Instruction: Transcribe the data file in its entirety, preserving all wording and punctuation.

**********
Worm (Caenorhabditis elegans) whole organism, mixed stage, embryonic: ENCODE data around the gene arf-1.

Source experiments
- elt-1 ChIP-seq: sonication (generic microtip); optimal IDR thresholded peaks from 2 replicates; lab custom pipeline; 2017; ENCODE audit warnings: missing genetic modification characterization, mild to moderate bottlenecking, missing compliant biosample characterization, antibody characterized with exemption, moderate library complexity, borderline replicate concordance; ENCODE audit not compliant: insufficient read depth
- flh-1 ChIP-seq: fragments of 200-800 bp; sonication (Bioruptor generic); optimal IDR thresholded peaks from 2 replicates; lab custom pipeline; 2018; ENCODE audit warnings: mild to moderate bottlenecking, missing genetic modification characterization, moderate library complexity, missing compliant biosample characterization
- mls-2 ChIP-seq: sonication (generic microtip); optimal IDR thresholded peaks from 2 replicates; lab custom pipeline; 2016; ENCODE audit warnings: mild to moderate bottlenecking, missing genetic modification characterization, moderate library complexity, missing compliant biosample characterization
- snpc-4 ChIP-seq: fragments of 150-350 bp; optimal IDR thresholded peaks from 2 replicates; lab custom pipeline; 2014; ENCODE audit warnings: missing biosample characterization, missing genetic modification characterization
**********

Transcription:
Worm (Caenorhabditis elegans) whole organism, mixed stage, embryonic: ENCODE data around the gene arf-1.

Source experiments
- elt-1 ChIP-seq: sonication (generic microtip); optimal IDR thresholded peaks from 2 replicates; lab custom pipeline; 2017; ENCODE audit warnings: missing genetic modification characterization, mild to moderate bottlenecking, missing compliant biosample characterization, antibody characterized with exemption, moderate library complexity, borderline replicate concordance; ENCODE audit not compliant: insufficient read depth
- flh-1 ChIP-seq: fragments of 200-800 bp; sonication (Bioruptor generic); optimal IDR thresholded peaks from 2 replicates; lab custom pipeline; 2018; ENCODE audit warnings: mild to moderate bottlenecking, missing genetic modification characterization, moderate library complexity, missing compliant biosample characterization
- mls-2 ChIP-seq: sonication (generic microtip); optimal IDR thresholded peaks from 2 replicates; lab custom pipeline; 2016; ENCODE audit warnings: mild to moderate bottlenecking, missing genetic modification characterization, moderate library complexity, missing compliant biosample characterization
- snpc-4 ChIP-seq: fragments of 150-350 bp; optimal IDR thresholded peaks from 2 replicates; lab custom pipeline; 2014; ENCODE audit warnings: missing biosample characterization, missing genetic modification characterization